FAQ Q7

323 Drayton High Road, Hellesdon, Norwich, Norfolk, NR6 5AA

Willow Veterinary Clinic Norwich

(01603) 411520

Q7. What is the safest way to introduce a new pet into our home?

Cats and dogs have such differing social interaction that you have to look at each species independently.

 

Cats.

Before introducing a new cat it is important to assess the likelihood of resident cats accepting it and make general preparation for the arrival of their new friend.

 

Providing a new cat with its own room containing a latrine, food, water and a variety of resting and hiding places is essential . This can be supported by installing a Feliway diffuser ( available at the practice) which increases the sense of familiarity and security.

 

Allowing the new cat to become fully confident in the new location and with all members of the family is vital. This may take a few days, after which the cat should be eating, resting and approaching visitors to this environment.

 

The already resident cats should be provided with several extra feeding stations, places to drink and additional places to rest and hide and provided with scent cloths which mix the scents of all cats and allow odour swapping between cats. You should apply their 'group odour' to the owner and common marking places in the house until the cats begin to rub against or groom each other.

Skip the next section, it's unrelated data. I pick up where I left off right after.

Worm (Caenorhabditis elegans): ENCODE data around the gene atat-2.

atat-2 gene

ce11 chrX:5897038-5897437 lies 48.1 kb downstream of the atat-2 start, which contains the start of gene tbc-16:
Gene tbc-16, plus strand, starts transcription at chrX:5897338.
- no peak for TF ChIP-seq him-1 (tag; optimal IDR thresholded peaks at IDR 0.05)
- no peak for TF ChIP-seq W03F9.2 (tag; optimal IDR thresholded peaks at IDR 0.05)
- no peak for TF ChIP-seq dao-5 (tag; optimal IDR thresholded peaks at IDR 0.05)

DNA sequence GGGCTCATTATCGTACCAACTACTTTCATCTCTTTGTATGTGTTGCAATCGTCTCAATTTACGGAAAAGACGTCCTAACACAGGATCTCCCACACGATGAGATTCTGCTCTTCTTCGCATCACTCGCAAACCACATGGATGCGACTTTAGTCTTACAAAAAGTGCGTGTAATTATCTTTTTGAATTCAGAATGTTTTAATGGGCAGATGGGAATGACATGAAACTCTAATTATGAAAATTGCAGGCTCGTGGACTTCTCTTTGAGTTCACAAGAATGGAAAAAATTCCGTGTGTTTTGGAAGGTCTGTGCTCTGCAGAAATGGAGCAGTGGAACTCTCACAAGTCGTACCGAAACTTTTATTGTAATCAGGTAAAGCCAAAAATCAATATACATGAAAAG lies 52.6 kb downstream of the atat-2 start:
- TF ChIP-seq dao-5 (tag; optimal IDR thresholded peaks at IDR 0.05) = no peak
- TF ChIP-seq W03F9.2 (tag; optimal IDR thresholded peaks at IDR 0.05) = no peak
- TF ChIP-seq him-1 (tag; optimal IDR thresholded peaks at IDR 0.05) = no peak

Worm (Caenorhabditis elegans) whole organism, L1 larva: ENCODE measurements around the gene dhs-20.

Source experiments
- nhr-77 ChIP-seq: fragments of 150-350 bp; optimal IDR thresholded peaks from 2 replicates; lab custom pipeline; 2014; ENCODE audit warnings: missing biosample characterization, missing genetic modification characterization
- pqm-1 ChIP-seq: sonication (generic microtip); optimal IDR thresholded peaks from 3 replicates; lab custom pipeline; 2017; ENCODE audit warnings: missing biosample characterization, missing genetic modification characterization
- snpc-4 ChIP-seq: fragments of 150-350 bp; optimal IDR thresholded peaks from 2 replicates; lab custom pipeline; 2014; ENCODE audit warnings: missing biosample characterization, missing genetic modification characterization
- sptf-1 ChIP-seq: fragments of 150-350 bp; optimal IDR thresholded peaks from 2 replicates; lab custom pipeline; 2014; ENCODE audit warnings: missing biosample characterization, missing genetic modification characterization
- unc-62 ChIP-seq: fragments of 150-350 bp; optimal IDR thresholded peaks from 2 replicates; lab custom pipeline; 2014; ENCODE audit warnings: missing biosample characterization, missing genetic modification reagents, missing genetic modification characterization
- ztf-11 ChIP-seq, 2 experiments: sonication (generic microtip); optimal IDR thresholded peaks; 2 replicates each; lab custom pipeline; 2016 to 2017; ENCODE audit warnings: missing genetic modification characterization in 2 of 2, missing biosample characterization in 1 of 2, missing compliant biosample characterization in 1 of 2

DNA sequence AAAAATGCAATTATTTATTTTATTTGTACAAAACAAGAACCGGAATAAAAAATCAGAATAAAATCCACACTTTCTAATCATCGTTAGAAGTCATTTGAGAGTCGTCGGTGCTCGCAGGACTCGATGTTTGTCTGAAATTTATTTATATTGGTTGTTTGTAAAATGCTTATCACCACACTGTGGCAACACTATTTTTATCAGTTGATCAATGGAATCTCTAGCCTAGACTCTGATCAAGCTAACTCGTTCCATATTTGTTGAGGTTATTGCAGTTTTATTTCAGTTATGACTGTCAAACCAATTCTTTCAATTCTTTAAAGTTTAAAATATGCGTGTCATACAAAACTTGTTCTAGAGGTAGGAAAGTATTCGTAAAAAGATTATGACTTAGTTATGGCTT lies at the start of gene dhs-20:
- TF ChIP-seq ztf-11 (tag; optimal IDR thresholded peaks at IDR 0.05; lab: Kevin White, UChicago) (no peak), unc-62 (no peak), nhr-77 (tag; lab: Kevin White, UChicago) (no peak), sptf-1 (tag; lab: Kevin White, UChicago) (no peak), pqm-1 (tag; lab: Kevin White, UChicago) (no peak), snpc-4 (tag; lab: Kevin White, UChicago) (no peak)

Cats need to be able to see each other but without any risk of carrying out an attack. This can be achieved with glass doors or mesh screen.

 

The total time for the introduction process may vary from a couple of weeks to a couple of months, but there is no shortcut if harmony is to be achieved.

 

Further, more comprehensive advice is available at all times from the clinic in the form of our advice sheet number 6: 'Introducing new cats to the household'.

 

Dogs.

 

If you want to introduce a new dog into your home with your existing dog you have to consider several issues and observe the following conditions.

 

If the second dog is a puppy, you must spend extra time interacting with it on a one- to-one basis, to prevent it from forming a stronger attachment to the other dog than with the human beings.

 

A young puppy should not be permitted to behave aggressively towards the elder dog , even in play, as this behaviour may generalise to other dogs.

 

Two dogs (or two bitches) of similar size should be avoided, to reduce the risk of dominance conflict between them. A dog and bitch is the best combination.

 

Two puppies from the same litter are a combination to be avoided, both because of the risk that they will become socialized preferentially to one another and because of the risk of dominance conflict.

 

Undertake a puppy training course. This really gets your new pet into the swing of general socialization and improves confidence.

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